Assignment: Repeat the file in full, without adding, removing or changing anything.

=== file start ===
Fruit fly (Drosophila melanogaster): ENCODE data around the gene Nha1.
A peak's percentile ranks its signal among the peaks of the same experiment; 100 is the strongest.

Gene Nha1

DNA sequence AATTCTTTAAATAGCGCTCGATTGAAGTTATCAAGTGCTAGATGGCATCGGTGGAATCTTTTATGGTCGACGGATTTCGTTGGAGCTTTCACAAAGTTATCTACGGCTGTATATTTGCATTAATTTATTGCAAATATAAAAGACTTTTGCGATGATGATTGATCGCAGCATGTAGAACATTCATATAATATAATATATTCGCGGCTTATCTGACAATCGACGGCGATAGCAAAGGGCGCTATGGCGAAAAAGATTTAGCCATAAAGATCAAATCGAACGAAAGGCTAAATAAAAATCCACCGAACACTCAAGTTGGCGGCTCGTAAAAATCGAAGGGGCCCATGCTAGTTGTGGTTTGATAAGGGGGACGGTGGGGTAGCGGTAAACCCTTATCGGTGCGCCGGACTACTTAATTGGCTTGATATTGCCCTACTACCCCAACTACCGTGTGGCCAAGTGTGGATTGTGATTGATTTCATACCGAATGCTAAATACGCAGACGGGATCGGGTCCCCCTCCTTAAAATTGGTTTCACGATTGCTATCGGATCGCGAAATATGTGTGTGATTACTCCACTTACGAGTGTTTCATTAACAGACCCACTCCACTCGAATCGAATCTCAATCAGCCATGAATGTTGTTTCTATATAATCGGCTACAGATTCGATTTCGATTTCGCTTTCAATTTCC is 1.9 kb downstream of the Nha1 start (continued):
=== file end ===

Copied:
Fruit fly (Drosophila melanogaster): ENCODE data around the gene Nha1.
A peak's percentile ranks its signal among the peaks of the same experiment; 100 is the strongest.

Gene Nha1

DNA sequence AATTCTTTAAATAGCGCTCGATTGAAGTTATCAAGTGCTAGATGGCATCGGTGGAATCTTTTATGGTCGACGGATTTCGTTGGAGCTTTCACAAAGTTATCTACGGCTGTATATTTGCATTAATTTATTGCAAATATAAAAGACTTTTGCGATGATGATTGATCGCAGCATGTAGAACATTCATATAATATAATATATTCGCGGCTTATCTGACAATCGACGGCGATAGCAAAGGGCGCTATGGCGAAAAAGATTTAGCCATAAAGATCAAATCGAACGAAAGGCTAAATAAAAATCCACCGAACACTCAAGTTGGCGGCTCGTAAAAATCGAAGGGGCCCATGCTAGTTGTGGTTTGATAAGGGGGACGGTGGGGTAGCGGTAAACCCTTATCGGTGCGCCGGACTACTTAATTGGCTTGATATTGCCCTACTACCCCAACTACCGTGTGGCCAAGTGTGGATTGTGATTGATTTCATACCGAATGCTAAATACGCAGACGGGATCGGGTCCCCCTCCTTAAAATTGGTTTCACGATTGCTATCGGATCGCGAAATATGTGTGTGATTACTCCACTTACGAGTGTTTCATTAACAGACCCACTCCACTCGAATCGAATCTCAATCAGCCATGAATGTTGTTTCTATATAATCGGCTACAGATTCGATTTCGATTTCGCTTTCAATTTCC is 1.9 kb downstream of the Nha1 start (continued):